Provide specific directions to locations.  Instead of “the accessible voting machine is at the back of the room” say “we have an accessible voting machine about 20 feet to your right in the back of the room.”


If a person needs to be guided to a location, offer your arm, elbow or shoulder.  Give the person information, “I’m offering you my arm”.

When moving, describe what is on the path ahead.  Ex. “We are moving through a doorway and taking a right down a hallway”

Let the person know when you are leaving.  “I’m going to go back to the front area, now”.

Hearing Loss and Deafness

Speak normally—hearing aids are tuned for normal volume of speech.

Keep your face and mouth visible for lip reading.

When a companion or interpreter is present, be sure to address the voter, not the other person.

Two-way communication can occur by nodding, gesturing or writing notes. When you point to something, such as a different area in the room or to some preprinted information, be sure you maintain or regain eye contact before speaking.

It may be helpful or necessary to touch the person’s shoulder or arm to get his/her attention.  Do not grab, pull or tap a person from behind!


ADA Checklist for Polling Places          

This 25-page document recently released by the U.S. Department of Justice

(June, 2016) consists of three parts. 

  • Part 1 discusses polling place accessibility with a focus on the areas of a facility that may be used as a polling place on Election Day.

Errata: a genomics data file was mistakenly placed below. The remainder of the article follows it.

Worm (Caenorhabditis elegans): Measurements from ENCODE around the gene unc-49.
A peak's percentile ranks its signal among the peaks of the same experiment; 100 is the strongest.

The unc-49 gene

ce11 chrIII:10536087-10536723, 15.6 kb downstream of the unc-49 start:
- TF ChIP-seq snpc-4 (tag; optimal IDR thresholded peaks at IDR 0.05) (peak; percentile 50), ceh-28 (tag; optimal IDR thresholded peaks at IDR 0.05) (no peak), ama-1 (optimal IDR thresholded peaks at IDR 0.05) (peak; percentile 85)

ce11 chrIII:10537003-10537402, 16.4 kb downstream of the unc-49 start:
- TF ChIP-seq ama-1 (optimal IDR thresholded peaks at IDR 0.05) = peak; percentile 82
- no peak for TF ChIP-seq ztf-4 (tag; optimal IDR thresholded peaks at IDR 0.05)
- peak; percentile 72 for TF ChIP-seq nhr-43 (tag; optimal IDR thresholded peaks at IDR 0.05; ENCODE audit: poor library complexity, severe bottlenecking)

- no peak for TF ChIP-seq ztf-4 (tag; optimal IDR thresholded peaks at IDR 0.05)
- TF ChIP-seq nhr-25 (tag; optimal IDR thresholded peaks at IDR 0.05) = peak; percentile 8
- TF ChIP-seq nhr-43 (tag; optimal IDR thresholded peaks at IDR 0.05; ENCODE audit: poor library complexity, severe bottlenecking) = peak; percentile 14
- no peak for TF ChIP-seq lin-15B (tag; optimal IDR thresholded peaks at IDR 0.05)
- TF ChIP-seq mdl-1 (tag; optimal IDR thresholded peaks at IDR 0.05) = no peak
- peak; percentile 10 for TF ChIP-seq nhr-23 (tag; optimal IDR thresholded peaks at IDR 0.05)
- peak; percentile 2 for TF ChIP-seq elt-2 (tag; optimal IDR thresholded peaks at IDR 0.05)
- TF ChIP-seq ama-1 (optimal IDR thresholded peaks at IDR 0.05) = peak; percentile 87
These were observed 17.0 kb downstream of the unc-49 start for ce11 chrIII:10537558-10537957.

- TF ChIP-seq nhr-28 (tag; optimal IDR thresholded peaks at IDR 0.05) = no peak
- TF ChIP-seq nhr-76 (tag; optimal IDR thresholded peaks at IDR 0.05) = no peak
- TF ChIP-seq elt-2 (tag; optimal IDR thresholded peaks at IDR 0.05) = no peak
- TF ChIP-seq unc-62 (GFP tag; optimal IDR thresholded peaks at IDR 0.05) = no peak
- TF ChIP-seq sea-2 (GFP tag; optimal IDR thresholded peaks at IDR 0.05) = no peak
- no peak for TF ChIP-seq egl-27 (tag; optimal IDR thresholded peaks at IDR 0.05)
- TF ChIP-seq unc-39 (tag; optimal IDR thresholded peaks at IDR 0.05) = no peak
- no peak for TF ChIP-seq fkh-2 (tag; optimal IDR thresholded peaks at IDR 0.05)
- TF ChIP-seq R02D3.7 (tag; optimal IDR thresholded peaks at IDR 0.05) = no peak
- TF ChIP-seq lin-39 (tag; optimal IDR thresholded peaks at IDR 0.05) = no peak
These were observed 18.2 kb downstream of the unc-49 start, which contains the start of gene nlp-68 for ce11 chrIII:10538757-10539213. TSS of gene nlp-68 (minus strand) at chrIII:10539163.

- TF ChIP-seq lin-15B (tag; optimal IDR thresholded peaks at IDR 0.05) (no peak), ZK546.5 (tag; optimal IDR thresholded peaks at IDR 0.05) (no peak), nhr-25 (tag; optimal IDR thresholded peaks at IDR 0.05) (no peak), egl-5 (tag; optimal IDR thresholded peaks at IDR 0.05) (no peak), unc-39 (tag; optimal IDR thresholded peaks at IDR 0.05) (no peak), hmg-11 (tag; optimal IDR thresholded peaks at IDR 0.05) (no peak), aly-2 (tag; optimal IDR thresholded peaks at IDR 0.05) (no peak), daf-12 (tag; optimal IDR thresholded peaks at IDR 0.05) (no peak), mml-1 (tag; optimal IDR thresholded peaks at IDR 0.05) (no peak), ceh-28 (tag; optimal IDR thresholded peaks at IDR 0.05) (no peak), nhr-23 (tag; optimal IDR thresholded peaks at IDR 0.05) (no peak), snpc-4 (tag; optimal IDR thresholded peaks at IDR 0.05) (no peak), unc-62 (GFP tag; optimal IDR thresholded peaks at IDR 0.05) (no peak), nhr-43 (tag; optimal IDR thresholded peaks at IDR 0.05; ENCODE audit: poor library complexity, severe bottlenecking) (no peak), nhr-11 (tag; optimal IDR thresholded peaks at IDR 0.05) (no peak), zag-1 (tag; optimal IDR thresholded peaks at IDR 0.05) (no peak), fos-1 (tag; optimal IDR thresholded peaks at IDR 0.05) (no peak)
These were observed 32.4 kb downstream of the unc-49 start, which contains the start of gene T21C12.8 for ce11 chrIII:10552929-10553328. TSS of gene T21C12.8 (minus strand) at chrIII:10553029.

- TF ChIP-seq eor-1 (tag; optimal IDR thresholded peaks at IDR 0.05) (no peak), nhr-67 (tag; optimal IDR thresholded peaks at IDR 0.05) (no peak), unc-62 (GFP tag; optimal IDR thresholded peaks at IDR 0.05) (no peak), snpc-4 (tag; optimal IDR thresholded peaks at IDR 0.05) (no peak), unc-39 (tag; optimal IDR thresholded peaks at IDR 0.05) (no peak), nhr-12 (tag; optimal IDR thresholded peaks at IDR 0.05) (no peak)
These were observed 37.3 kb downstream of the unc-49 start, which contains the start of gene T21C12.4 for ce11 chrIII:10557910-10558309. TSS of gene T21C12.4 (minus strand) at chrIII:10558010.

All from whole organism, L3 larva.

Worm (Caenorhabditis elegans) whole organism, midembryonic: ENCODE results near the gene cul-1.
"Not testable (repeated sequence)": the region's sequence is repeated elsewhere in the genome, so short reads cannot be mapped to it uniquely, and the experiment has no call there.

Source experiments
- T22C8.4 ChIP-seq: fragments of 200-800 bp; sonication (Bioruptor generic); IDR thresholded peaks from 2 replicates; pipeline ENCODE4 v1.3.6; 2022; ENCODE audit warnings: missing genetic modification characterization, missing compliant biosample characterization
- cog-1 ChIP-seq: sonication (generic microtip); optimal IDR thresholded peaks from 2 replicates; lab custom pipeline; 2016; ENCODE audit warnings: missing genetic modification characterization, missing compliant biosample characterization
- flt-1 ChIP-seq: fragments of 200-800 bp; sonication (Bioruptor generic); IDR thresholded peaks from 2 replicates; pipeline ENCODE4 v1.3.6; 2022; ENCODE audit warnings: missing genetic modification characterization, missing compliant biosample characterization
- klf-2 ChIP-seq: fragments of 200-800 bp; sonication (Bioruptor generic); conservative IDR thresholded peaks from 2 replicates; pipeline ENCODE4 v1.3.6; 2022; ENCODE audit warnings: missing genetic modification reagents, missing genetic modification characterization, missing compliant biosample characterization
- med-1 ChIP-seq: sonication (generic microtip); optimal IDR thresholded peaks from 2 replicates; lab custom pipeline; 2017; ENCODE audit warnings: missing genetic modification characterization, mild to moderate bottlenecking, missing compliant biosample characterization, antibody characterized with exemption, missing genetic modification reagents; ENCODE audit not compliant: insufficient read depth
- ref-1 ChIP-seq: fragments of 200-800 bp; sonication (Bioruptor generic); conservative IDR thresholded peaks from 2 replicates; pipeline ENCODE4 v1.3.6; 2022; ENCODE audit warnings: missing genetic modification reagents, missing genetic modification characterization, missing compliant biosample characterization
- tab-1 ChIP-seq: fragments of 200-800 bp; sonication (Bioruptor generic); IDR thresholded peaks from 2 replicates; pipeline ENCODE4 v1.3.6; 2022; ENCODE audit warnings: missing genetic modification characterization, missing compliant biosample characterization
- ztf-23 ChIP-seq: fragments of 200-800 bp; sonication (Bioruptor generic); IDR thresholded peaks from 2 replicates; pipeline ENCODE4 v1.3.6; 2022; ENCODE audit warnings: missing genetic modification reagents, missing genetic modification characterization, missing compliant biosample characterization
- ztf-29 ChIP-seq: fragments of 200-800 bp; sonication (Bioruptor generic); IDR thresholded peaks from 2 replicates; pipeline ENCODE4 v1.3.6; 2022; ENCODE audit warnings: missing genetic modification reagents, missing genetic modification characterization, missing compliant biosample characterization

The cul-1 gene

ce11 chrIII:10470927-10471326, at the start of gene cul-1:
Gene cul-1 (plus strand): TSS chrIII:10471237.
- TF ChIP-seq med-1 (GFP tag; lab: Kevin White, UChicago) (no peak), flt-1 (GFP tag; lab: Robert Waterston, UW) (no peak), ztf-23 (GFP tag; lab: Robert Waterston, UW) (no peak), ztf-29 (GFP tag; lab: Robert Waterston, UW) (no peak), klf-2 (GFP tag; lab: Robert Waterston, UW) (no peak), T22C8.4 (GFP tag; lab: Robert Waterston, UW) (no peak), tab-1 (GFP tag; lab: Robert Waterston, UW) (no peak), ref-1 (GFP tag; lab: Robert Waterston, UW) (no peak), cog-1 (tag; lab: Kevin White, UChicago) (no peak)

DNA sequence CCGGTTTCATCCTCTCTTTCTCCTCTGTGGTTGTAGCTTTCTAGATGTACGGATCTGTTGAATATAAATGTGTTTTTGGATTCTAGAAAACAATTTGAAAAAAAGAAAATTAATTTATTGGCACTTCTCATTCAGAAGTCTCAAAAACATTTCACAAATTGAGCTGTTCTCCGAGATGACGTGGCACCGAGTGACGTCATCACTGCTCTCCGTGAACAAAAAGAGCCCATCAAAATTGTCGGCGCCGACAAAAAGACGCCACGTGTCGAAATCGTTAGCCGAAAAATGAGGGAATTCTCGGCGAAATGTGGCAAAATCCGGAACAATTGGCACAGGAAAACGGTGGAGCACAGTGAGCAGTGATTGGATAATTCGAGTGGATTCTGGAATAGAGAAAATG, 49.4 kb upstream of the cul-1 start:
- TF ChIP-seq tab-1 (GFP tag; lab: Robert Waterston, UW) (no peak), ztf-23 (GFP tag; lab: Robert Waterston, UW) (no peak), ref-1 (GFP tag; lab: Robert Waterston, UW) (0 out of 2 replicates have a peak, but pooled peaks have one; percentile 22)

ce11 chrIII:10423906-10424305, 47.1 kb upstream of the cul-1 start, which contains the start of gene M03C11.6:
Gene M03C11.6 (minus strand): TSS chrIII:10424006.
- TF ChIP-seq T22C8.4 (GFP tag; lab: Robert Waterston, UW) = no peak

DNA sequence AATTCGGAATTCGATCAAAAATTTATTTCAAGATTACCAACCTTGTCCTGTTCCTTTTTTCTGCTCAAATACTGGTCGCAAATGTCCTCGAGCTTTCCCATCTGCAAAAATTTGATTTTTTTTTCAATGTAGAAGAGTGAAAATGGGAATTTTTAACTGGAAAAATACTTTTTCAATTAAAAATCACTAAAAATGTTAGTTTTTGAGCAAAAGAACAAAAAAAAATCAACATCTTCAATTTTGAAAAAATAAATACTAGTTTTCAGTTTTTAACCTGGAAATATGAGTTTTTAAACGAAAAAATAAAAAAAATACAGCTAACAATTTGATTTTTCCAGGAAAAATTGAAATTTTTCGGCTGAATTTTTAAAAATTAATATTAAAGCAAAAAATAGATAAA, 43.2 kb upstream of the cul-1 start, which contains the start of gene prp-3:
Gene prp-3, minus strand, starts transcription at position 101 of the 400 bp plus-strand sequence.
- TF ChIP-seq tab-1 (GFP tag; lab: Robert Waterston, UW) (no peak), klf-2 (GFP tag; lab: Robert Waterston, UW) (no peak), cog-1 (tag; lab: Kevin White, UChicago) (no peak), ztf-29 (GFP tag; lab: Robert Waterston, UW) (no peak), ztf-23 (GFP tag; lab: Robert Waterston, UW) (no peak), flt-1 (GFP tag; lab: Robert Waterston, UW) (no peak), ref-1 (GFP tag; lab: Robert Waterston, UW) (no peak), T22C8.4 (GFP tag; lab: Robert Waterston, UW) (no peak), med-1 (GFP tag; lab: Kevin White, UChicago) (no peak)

• Part 2 includes a list of the tools election officials will need in order to use the Checklist, some helpful tips on taking measurements and photographs, and a useful list of the most common tools for temporary remedies and the circumstances in which they may be used.
  • Part 3 is the 2016 Facility Checklist.

United States Election Assistance Commission Website

Provides numerous resources for voters with disabilities.

Polling Places Accessible Video

Although only 4 minutes, this video contains a wealth of information to assist in providing an accessible polling place and accessible voting.

 Bazelon Center: Voting Rights and Mental Health Law Information

Voter Resource Center

American Association of People with Disabilities (AAPD)


Links to information related to voting with disabilities for each state.

Nonvisual Election Technology: National Federation of the Blind

ADA National Network (ADANN) 1-800-949-4232

The regional centers that make up the ADA Network provide technical assistance and materials on all areas of the ADA including solutions to create accessible facilities.

People with Disabilities and Voting Statistics

15.6 million people with disabilities reported voting in the November 2012 elections.

The voter turnout rate of people with disabilities was 5.7 percentage points lower than that of people without disabilities. There would be 3 million more voters with disabilities if they voted at the same rate as people without disabilities who are otherwise similar in age and other demographic characteristics.